As the media focuses on President-elect Obama and the transition of power here in Washington, the Bush administration is quietly trying to push through a wide array of federal regulations before President Bush leaves office in January.
Up to ninety proposed regulations could be finalized by the outgoing administration, many of which would weaken government rules aimed at protecting consumers and the environment. According to the Washington Post, the new rules would be among the most controversial deregulatory steps of the Bush era. They include rules that could weaken workplace safety protections, allow local police to spy in the so-called “war on terror” and make it easier for federal agencies to ignore the Endangered Species Act.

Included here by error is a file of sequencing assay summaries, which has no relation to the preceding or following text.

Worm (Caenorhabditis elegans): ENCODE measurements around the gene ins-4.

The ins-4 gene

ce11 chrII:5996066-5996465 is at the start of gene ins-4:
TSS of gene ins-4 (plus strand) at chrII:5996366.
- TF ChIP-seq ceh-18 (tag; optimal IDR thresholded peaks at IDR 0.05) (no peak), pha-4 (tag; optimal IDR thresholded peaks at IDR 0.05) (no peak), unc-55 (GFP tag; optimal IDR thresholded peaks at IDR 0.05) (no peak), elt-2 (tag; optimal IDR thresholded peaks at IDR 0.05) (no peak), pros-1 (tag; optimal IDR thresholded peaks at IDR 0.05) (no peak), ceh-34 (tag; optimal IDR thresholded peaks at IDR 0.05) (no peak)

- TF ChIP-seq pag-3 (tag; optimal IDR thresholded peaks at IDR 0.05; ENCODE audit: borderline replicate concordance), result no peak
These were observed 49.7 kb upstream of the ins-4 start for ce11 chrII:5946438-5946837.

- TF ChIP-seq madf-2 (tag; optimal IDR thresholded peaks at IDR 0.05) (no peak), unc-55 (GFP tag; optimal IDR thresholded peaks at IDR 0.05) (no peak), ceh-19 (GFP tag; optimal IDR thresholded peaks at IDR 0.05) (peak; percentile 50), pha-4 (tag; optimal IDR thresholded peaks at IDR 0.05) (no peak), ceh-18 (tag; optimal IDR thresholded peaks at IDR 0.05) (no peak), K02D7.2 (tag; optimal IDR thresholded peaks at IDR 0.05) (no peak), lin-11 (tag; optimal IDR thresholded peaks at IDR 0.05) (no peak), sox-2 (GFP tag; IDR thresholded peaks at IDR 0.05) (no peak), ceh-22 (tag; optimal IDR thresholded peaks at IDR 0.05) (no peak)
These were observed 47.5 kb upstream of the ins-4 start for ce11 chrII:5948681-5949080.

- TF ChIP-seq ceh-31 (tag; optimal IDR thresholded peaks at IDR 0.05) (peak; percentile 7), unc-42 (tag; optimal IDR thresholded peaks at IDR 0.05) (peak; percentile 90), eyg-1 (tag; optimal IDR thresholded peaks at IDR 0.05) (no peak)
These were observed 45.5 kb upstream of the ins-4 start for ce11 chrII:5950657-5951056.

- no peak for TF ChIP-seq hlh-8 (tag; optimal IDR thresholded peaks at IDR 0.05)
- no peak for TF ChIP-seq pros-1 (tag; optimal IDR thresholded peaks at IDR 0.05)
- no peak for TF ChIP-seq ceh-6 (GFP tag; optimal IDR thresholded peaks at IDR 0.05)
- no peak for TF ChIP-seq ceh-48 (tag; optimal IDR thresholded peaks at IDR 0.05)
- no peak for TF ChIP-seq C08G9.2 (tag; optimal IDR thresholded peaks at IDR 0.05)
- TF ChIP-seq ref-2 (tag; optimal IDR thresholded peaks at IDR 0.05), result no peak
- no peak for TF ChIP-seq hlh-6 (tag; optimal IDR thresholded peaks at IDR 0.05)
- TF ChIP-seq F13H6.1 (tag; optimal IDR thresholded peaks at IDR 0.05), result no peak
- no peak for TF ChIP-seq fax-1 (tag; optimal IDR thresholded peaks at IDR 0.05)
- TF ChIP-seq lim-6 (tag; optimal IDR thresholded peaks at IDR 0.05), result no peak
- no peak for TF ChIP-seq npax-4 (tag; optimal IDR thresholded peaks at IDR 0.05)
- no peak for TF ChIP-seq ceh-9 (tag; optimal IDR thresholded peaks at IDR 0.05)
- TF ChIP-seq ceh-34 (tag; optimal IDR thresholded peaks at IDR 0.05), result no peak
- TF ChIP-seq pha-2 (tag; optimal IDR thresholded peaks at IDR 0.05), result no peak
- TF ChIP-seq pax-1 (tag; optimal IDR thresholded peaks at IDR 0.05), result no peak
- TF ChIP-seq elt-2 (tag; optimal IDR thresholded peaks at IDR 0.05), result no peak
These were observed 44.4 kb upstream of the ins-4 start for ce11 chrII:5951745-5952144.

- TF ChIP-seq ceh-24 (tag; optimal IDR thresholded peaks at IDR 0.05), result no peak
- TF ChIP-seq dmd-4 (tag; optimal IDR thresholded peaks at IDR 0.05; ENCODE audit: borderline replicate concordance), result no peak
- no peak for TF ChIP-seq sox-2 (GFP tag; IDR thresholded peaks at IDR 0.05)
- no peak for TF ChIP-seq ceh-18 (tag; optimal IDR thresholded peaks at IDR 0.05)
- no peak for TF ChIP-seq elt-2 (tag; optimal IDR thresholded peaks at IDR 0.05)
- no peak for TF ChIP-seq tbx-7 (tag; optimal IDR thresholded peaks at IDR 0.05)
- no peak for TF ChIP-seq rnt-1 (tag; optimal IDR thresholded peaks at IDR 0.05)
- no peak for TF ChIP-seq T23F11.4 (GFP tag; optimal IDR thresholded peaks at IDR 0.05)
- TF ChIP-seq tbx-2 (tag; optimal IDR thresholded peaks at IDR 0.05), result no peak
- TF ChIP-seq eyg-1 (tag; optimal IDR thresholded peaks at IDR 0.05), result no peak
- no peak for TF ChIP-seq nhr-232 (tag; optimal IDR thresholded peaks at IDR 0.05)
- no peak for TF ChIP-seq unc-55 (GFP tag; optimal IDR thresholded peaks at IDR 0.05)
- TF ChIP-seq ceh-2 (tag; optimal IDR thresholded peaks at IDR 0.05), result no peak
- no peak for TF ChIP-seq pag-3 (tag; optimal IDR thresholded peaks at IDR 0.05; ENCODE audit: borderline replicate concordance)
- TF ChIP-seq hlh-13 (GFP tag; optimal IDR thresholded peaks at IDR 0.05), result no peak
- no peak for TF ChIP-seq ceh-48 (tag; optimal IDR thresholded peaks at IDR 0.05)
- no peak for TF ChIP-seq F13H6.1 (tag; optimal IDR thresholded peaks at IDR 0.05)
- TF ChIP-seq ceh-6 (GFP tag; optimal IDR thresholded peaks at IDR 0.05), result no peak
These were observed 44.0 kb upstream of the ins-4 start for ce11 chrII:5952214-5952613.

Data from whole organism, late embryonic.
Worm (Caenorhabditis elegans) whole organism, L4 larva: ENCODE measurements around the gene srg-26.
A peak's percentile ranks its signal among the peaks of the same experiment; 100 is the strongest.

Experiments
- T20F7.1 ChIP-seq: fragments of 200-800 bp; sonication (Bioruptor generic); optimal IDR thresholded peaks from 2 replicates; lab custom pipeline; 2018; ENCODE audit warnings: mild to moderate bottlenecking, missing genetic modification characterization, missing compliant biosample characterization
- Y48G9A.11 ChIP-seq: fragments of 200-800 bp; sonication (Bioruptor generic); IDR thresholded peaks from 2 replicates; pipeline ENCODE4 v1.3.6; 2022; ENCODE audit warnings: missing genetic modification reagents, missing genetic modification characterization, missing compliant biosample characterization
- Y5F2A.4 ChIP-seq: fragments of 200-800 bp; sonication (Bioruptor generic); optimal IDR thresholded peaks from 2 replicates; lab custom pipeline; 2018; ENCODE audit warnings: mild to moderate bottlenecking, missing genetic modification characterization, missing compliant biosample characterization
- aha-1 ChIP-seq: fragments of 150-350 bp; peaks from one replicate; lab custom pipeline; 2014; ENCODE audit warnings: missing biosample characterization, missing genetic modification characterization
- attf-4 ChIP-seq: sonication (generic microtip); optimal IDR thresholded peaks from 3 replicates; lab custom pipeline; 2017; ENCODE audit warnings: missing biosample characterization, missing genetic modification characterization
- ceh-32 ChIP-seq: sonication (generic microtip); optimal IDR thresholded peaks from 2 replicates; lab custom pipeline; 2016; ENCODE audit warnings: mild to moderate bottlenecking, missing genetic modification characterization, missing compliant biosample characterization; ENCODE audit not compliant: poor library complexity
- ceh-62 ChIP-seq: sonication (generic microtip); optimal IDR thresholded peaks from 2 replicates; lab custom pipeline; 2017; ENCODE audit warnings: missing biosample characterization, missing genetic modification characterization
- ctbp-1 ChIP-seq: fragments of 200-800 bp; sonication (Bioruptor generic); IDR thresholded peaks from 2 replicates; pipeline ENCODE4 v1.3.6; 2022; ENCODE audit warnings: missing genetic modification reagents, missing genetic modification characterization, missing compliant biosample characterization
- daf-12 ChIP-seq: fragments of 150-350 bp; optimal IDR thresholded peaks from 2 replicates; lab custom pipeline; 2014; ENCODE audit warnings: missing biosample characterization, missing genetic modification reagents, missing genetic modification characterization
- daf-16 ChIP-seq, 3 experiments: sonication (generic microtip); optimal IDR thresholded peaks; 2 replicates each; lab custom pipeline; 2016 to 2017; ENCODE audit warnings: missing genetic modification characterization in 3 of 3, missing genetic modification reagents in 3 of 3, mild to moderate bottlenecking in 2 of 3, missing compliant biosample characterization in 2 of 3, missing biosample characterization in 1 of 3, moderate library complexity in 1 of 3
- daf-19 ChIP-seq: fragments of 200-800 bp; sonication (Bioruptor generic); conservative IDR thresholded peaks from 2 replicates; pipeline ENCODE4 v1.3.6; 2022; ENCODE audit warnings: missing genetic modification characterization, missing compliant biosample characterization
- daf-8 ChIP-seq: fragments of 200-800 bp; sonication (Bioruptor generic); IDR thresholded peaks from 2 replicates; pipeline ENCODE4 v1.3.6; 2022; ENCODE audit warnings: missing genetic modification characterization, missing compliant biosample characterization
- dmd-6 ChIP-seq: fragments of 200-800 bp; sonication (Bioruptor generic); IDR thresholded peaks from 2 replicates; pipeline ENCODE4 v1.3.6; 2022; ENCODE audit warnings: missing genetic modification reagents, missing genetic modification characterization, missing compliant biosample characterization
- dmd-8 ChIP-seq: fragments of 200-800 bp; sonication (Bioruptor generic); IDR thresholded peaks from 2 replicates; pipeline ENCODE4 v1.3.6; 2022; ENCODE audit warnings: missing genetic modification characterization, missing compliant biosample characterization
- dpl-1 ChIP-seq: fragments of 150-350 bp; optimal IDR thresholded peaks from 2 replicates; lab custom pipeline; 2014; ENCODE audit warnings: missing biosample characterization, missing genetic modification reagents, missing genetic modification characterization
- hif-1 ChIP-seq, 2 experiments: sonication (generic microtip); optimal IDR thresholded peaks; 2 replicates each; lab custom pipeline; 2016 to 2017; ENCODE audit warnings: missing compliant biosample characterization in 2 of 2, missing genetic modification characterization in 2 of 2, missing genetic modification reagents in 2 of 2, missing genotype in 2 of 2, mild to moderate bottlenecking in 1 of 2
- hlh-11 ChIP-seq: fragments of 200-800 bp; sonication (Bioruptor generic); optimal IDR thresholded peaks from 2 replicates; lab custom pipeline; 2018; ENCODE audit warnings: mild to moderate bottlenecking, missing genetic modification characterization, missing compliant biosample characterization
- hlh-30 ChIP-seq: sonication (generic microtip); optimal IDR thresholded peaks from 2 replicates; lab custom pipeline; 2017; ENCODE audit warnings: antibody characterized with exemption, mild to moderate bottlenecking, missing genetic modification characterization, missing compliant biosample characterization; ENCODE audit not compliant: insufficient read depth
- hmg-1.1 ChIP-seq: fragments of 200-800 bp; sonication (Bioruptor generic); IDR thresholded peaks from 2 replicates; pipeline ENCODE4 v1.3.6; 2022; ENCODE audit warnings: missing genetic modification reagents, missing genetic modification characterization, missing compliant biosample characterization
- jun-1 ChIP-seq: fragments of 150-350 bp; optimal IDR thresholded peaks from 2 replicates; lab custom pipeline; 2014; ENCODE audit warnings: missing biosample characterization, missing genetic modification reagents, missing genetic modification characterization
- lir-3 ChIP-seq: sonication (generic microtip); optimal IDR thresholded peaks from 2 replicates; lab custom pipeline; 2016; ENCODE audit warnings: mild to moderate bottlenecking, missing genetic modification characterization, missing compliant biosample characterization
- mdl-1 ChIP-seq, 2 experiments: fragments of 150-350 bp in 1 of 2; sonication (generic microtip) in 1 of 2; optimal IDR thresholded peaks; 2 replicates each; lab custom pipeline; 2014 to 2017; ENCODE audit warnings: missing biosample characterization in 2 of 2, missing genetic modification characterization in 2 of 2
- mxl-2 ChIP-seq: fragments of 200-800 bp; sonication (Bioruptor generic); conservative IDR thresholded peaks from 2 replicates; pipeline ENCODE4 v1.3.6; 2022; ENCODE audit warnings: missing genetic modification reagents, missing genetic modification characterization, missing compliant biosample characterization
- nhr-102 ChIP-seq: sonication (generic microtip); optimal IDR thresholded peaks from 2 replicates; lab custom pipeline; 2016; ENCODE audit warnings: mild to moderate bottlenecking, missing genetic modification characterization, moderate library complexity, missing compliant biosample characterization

While it’s nothing new for outgoing administrations to try and enact these so-called “midnight regulations,” the Bush administration has accelerated the process to ensure the changes it wants will be finalized by November 22nd. That’s sixty days before the next administration takes control. Most federal rules go into effect sixty days after they’ve been finalized, and it would be a major bureaucratic undertaking for the Obama administration to reverse federal rules already in effect.
When American TV presenter, Melissa Bachman posted a photo of herself grinning over the body of a huge male lion she’d shot on safari in the northern Limpopo province of South Africa at a so-called Maroi “conservancy” (actually a legalized canned hunting reserve which even advertises all the animals you’re allowed to kill on their land, including rare giraffes and zebras), she ignited a social media firestorm. Read more...